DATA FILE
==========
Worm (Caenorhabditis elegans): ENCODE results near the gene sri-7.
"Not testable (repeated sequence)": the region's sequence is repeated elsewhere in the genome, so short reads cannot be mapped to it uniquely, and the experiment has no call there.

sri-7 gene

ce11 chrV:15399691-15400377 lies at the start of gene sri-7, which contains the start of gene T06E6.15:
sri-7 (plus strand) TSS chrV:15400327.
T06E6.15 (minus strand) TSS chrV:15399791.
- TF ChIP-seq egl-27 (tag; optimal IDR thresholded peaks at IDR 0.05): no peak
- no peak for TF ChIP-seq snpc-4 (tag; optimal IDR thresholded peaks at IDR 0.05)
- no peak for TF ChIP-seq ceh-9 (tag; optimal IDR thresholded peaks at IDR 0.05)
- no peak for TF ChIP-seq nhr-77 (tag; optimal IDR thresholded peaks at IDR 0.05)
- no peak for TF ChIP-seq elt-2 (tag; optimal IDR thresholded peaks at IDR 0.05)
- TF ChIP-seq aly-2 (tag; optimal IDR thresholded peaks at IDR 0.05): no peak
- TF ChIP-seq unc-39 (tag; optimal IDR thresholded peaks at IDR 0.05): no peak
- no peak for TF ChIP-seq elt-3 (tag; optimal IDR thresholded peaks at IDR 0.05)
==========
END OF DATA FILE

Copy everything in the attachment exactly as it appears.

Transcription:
Worm (Caenorhabditis elegans): ENCODE results near the gene sri-7.
"Not testable (repeated sequence)": the region's sequence is repeated elsewhere in the genome, so short reads cannot be mapped to it uniquely, and the experiment has no call there.

sri-7 gene

ce11 chrV:15399691-15400377 lies at the start of gene sri-7, which contains the start of gene T06E6.15:
sri-7 (plus strand) TSS chrV:15400327.
T06E6.15 (minus strand) TSS chrV:15399791.
- TF ChIP-seq egl-27 (tag; optimal IDR thresholded peaks at IDR 0.05): no peak
- no peak for TF ChIP-seq snpc-4 (tag; optimal IDR thresholded peaks at IDR 0.05)
- no peak for TF ChIP-seq ceh-9 (tag; optimal IDR thresholded peaks at IDR 0.05)
- no peak for TF ChIP-seq nhr-77 (tag; optimal IDR thresholded peaks at IDR 0.05)
- no peak for TF ChIP-seq elt-2 (tag; optimal IDR thresholded peaks at IDR 0.05)
- TF ChIP-seq aly-2 (tag; optimal IDR thresholded peaks at IDR 0.05): no peak
- TF ChIP-seq unc-39 (tag; optimal IDR thresholded peaks at IDR 0.05): no peak
- no peak for TF ChIP-seq elt-3 (tag; optimal IDR thresholded peaks at IDR 0.05)